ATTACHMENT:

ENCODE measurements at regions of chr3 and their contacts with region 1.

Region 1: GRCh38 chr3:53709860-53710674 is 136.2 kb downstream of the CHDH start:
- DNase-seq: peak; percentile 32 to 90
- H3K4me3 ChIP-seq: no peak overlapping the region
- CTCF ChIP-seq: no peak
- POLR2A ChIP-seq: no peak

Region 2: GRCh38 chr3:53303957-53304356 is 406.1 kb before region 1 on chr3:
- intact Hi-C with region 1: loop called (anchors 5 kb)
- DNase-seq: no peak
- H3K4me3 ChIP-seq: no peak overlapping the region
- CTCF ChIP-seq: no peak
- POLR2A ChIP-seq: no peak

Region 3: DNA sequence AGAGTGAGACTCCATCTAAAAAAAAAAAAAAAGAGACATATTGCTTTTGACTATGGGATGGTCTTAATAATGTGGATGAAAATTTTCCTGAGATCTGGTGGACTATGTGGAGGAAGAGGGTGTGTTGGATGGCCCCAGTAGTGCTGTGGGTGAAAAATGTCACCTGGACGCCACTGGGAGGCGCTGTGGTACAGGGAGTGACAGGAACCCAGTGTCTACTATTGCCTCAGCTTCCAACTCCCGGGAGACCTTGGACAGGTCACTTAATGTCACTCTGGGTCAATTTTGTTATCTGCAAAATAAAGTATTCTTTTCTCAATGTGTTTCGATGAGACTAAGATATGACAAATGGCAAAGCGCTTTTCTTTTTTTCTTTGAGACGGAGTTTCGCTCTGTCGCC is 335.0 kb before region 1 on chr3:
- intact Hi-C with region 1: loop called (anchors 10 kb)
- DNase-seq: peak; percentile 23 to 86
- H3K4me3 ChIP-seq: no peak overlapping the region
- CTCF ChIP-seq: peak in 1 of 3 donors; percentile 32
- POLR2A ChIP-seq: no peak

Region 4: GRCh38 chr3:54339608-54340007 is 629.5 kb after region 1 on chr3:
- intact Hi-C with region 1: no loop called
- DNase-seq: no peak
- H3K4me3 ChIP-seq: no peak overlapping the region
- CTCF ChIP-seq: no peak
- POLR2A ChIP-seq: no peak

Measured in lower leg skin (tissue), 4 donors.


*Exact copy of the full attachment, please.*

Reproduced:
ENCODE measurements at regions of chr3 and their contacts with region 1.

Region 1: GRCh38 chr3:53709860-53710674 is 136.2 kb downstream of the CHDH start:
- DNase-seq: peak; percentile 32 to 90
- H3K4me3 ChIP-seq: no peak overlapping the region
- CTCF ChIP-seq: no peak
- POLR2A ChIP-seq: no peak

Region 2: GRCh38 chr3:53303957-53304356 is 406.1 kb before region 1 on chr3:
- intact Hi-C with region 1: loop called (anchors 5 kb)
- DNase-seq: no peak
- H3K4me3 ChIP-seq: no peak overlapping the region
- CTCF ChIP-seq: no peak
- POLR2A ChIP-seq: no peak

Region 3: DNA sequence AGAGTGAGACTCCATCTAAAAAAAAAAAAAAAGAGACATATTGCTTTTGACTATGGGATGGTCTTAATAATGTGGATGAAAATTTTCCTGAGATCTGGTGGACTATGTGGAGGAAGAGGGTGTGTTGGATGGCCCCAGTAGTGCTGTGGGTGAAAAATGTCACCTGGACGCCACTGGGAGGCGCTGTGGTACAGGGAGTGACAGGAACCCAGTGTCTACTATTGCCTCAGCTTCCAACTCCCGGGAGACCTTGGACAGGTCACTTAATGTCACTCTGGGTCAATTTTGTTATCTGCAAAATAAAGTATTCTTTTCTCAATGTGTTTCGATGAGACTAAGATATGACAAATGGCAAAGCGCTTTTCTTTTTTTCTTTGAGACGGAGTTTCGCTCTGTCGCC is 335.0 kb before region 1 on chr3:
- intact Hi-C with region 1: loop called (anchors 10 kb)
- DNase-seq: peak; percentile 23 to 86
- H3K4me3 ChIP-seq: no peak overlapping the region
- CTCF ChIP-seq: peak in 1 of 3 donors; percentile 32
- POLR2A ChIP-seq: no peak

Region 4: GRCh38 chr3:54339608-54340007 is 629.5 kb after region 1 on chr3:
- intact Hi-C with region 1: no loop called
- DNase-seq: no peak
- H3K4me3 ChIP-seq: no peak overlapping the region
- CTCF ChIP-seq: no peak
- POLR2A ChIP-seq: no peak

Measured in lower leg skin (tissue), 4 donors.